THE SHEEP LOOK UP
(Tall) Trade pb, Ex-Library
2" non-yellowing library tape reinforcing spine - but there is so little wear that this may be uncirculated.
The Sheep Look Up - one of John Brunner's three most "serious" books (which are often referred to as a "thematic trilogy.") This one extrapolates the theme of pollution to logical extremes. The other 2 are Hugo-winning Stand On Zanzibar (overpopulation) and The Jagged Orbit (racial conflict and arms sales). This is a "cautionary tale" and a scary book - because Brunner's characters are likeable and and plausible, which makes the calamitous ending hit that much harder by showing how easy it might come to pass.
The Sheep Look Up (1972) - since I read this decades ago, I am relying on a review by Cy Chauvin from Amazing December 1973 for a coherent plot summary:
Brunner's theme in The Sheep Look Up is an obvious one: Pollution is killing us. I don't believe the author adopted it simply to be "relevant" and cash in on a trend, but I'm afraid it still seems rather cliched. Brunner undoubtably portrays the horror and stupidity of ecological catastrophe with more power than any other writer I've read, but The Sheep Look Up is supposed to be a novel, not a tract; and a novelist must be judged by his product, not his intentions, as noble as they may be.
The plot strands in The Sheep Look Up are more diverse and complicated than in Brunner's two previous "novels of apparatus." Unlike Stand on Zanzibar, for instance, there is no main character around which the novel revolves, but dozens of lesser characters whose lives gradually intertwine as the novel progresses. This is one of Brunner's more subtle ways of showing how interdependent human beings are, how each of our actions affect other people and their actions affect us... This "interdependence" is one of the prime tenets of ecologists, and by constructing his novel without a main character but simply with lots of lesser ones, Brunner drives this point home. It is also a means of implying that pollution is not the result of some big conspiracy on the part of the government, big business, the communists, or what have you, but of neglect and stupidity on the part of ordinary individuals everywhere.
But while the elimination of a main or focal character reinforces the theme of Brunner's novel, some other factors in his method of constructing the book make it less interesting to read. The various fragments in The Sheep Look Up are put together with less skill and inventiveness than in Brunner's two previous "fragmented" novels, and the future society Brunner constructs is less imaginative. The various segments are also very much alike, and are organized in irrelevant fashion; contrast this with Stand on Zanzibar, with its "context," "the happening world," "tracking with closeups," and "continuity." The major difference in construction between Stand on Zanzibar and The Sheep Look Up is that is that the former would lose much of its power if done in ordinary narrative form, while the latter would not. The message is more important than the medium in The Sheep Look Up.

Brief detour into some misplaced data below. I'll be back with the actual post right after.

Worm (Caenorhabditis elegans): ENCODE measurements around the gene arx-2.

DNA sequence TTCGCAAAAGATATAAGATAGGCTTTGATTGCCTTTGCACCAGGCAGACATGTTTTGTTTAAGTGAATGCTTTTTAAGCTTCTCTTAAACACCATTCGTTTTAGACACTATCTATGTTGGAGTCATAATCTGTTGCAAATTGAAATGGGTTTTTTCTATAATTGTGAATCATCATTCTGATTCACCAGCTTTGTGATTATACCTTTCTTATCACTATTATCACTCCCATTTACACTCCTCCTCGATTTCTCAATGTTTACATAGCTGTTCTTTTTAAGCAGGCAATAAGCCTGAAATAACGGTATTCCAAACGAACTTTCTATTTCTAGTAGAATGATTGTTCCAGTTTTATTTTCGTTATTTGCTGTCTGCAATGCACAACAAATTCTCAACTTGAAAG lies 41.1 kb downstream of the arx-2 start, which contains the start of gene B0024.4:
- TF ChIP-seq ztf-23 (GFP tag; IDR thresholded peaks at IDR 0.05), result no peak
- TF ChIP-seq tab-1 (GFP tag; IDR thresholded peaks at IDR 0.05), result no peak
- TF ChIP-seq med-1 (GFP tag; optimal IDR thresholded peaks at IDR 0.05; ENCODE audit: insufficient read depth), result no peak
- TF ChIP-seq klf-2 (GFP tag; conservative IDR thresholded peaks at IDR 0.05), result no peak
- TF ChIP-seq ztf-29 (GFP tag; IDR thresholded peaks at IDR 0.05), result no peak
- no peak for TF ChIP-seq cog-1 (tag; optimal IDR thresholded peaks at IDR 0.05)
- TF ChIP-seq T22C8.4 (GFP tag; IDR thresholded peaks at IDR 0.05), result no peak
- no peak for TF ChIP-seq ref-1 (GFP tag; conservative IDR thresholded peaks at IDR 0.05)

There is also something else that I found unusual about this novel. Brunner, despite the fact that he focuses on a wide variety of characters in the many segments of the novel, from teenagers to businessmen to black policemen, never tells the story from the viewpoint of a child. Children are often mentioned in the novel, but never really focused on. As Brunner depicts young children under ages 10 or 12 as suffering most from pollution, from deformity caused by pollutants at birth, etc., it would seem that a segment of the novel as seen from the viewpoint of a child could be most poignant. But Brunner does not include one.
The Sheep Look Up is in some ways a fine book, and I could not agree more with Brunner's theme. But "relevance" alone does not make a novel great, and unlike Brunner's Stand on Zanzibar, this book is not a science fiction landmark. It yet remains for Brunner or someone else to take up where Stand on Zanzibar left off, and produce a novel that both uses the Dos Passos technique more skillfully, and is better, more imaginative science fiction." [-Cy Chauvin, Amazing December 1973.]